I’m with Scott: Don’t let perfect be the enemy of good, but don’t confuse unusable with good.
I understand Jeff’s point, but I think there is a quality threshold below which the software should be canceled, not foisted on users. On the other side are the quality levels you might be able to achieve only after getting thorough feedback. Finding a reasonable point in the middle is probably one of the artsy parts of development.
So Jeff, you’re basically saying it’s okay to use your customers as beta-testers? Great! I can fire my entire QA department and save $$$!
No, I totally disagree with your “ship it no matter what” policy. Perhaps that policy has a tiny glimmer of hope when what you “ship” is free, but for paying customers, it’s a policy that will destroy your company’s reputation.
"There’s a big difference between the apps that Jeff is talking about (webby type apps and consumer software, kiddie software, social media software, ect) and real world software that has to work right. (e.g. financial trading platforms, IV syringe pumps, flight control software)
Jeff clearly has written software only for the former. That’s nice. But in the grown-up world where software has to work and your company does not get a second chance"
I pretty much agree with this poster. Your free web forum software or your 99 cent iPhone flashlight can go out the door before they are fully baked and it won’t be fatal.
If, on the other hand, your customers are business who are paying money for your app with the intention of using it to help them reduce their costs or increase their profits then that’s another kettle of fish entirely.
Business will never really be ‘dedicated users of your software’ in the sense that Stack Overflow users are dedicated.
You might get two strikes with a business customer, but you might not. You certainly won’t get three.
@anonymous no that’s not the microsoft policy.
Microsoft uses a lot of statistics how many bugs could eventually be in a software at what level and how much bugs a customer wouldn’t take care before switching to something else. If your customer thinks you v1 is totally crap he won’t buy a second version.
If microsoft have reached the level of quality, alphas and betas are released. first to msdn /technet subscribers who know what prolems an alpha/beta can make. At os public betas follow. And if they are succesful (note, you are at this point always far over the first level where a customer would buy the next version), it’s released. And at this point still the next or next 2 versions are in development.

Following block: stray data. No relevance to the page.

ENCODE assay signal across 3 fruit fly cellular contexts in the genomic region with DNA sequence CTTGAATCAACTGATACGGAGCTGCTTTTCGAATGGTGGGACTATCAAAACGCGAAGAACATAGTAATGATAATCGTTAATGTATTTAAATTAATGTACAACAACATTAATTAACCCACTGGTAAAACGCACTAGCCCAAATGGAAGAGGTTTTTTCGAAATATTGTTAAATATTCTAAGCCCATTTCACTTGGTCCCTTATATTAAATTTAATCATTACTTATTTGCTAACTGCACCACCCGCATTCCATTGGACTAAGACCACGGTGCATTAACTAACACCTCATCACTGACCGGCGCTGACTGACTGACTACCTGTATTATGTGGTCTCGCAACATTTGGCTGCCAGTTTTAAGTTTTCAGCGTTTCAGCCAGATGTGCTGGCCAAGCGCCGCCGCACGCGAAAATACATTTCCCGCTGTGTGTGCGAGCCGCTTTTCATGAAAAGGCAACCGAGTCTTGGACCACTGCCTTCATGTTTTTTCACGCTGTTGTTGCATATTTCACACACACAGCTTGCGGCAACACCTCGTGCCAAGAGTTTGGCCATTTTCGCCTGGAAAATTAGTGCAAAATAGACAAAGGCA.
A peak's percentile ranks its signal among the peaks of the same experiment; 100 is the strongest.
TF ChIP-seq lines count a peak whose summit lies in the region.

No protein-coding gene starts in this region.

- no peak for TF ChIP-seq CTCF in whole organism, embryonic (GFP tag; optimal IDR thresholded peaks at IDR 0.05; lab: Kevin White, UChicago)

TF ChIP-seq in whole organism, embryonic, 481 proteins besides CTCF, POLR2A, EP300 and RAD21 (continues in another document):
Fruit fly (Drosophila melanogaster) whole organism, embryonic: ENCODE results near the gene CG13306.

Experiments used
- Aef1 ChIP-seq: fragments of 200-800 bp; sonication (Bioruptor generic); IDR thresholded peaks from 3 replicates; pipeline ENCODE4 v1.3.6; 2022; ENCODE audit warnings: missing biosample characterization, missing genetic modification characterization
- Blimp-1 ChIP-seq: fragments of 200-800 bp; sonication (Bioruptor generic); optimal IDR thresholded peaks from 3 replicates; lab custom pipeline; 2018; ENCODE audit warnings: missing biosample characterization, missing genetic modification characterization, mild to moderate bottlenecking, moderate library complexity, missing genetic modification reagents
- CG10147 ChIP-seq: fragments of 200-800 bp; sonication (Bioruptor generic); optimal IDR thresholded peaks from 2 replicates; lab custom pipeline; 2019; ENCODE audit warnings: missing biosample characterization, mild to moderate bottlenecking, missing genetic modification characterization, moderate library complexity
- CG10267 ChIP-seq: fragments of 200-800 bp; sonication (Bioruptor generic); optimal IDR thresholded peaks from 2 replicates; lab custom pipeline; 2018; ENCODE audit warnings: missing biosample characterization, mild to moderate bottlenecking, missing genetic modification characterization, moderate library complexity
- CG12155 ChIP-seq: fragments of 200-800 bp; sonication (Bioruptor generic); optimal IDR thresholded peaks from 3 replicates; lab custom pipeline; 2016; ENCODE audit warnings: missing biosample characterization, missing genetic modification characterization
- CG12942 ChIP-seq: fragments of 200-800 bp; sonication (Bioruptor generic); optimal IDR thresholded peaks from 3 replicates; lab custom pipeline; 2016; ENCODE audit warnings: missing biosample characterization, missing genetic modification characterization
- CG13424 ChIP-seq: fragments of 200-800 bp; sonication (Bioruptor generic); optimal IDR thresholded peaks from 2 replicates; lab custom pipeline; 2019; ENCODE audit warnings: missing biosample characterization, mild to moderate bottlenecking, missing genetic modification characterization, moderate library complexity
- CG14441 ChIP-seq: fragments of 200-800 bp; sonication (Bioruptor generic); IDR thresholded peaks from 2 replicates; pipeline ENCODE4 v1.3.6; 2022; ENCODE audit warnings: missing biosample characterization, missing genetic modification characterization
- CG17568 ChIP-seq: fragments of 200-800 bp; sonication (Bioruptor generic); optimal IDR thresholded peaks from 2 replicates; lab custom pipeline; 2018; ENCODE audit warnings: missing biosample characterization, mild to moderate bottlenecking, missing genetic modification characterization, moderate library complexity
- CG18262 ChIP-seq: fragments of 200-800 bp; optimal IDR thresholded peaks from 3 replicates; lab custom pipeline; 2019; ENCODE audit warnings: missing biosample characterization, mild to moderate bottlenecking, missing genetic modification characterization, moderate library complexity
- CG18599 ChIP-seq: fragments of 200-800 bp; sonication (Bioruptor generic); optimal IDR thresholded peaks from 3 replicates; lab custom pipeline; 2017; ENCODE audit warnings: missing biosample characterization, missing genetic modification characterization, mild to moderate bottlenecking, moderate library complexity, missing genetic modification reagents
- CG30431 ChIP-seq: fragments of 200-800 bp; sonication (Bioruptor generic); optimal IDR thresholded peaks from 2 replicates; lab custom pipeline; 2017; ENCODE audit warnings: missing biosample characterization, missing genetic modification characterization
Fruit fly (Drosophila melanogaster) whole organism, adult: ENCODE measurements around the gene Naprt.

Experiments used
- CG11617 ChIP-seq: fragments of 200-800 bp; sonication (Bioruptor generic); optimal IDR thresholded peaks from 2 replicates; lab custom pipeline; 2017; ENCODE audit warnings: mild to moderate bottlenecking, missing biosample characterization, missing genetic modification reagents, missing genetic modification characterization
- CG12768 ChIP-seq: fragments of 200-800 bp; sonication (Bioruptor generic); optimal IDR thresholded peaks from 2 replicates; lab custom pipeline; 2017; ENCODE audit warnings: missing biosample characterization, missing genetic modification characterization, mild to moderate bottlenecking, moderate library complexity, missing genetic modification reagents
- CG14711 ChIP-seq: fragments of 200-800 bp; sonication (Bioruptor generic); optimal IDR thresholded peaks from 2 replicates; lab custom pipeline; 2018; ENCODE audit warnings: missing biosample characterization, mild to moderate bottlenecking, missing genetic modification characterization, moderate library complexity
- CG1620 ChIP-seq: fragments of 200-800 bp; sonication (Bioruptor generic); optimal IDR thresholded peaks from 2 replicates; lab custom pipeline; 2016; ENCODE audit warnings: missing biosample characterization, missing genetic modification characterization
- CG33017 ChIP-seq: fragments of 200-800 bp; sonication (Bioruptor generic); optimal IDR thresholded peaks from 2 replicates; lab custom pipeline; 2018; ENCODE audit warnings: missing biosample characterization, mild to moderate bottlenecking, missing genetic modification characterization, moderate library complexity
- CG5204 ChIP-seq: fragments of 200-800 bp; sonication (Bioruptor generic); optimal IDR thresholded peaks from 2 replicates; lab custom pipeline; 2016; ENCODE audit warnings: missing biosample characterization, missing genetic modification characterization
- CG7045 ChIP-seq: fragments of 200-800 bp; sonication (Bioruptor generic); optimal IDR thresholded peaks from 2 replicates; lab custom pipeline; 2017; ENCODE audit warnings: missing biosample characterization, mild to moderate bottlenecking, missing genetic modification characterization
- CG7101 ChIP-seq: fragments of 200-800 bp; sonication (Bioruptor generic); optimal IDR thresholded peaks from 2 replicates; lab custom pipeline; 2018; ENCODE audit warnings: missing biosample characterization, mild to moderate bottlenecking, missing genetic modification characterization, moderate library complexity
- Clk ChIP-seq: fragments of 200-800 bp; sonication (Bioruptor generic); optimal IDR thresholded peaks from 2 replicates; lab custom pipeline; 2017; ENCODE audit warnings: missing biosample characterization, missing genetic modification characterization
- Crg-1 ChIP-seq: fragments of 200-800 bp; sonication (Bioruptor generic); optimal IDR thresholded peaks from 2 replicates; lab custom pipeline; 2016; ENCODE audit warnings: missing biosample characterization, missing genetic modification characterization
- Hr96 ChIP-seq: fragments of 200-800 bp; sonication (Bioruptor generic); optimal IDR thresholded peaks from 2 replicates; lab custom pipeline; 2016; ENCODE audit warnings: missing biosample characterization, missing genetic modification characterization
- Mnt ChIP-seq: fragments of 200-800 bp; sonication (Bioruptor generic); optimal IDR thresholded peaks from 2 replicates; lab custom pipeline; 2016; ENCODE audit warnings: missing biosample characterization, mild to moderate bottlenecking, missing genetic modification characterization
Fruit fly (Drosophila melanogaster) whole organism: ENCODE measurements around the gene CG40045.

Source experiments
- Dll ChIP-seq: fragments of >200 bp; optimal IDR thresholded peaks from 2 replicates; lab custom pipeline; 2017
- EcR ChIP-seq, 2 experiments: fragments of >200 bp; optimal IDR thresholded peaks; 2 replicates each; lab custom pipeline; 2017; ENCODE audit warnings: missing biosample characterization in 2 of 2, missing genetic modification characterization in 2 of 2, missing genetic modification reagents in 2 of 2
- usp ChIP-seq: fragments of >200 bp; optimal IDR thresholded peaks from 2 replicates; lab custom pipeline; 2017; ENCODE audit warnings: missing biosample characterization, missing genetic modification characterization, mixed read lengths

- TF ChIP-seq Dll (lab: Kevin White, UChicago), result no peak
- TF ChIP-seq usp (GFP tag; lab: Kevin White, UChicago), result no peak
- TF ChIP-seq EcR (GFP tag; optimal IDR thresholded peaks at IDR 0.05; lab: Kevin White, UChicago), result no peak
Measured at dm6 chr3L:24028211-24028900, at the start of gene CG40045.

There’s a big difference between the apps that Jeff is talking about (webby type apps and consumer software, kiddie software, social media software, ect) and real world software that has to work right. (e.g. financial trading platforms, IV syringe pumps, flight control software)
Jeff clearly has written software only for the former. That’s nice. But in the grown-up world where software has to work and your company does not get a second chance, Jeff’s advice is tantamount to negligence and incompetence.
I can cite quite a number of examples of shipped software that failed -and failed big. The results were death or millions of dollars lost. That’s a far cry from poor software causing an outage of an app that wastes your time 140 characters at a time.
Be careful of the advice you follow.
Your point is correct. However, I think such mission-critical systems are the exception rather than the rule. I would says something near 90% of programs can fail only causing minor annoyance rather than fiscal disaster.
I think anybody (programming or not) would modify their strategy as soon as they realized that this is the sort of program that cannot fail.
Voltaire quote (sort of) - Perfect is the enemy of the good enough.
Jeff, let me modify your statement:
Yes, you did a ton of things wrong on this project. But you did a ton of things exactly right, too.
And you should ship them, so everyone can benefit. Or more commercially: you should ship them, before another one gets the credits!
You should always be willing to put your reputation behind version 1.0. If you say software is good enough for widespread use, it should be. This means that you don’t package up your first efforts and call them 1.0.
Release beta-test software instead (either to the public or a limited number of people). Don’t ask people to pay for stuff that’s not actually useful as is.
And make sure the beta version does something good, even if it’s buggy about it. You want your beta testers to look at it and think “This will be cool when the bugs are out” rather than “Why would anybody use this even if bug-free and polished”?
Short iteration cycles are good but not if the result is that you foist upon your customer a heaping pile of crap early and often. This has to be coupled with some other things - knowing the rules (what we trying to solve here anyway? what are the domain requirements? ), having good testing practices in place, having good team communications (doing daily stand-ups?), realistic expectations, honesty, and customer interaction and input.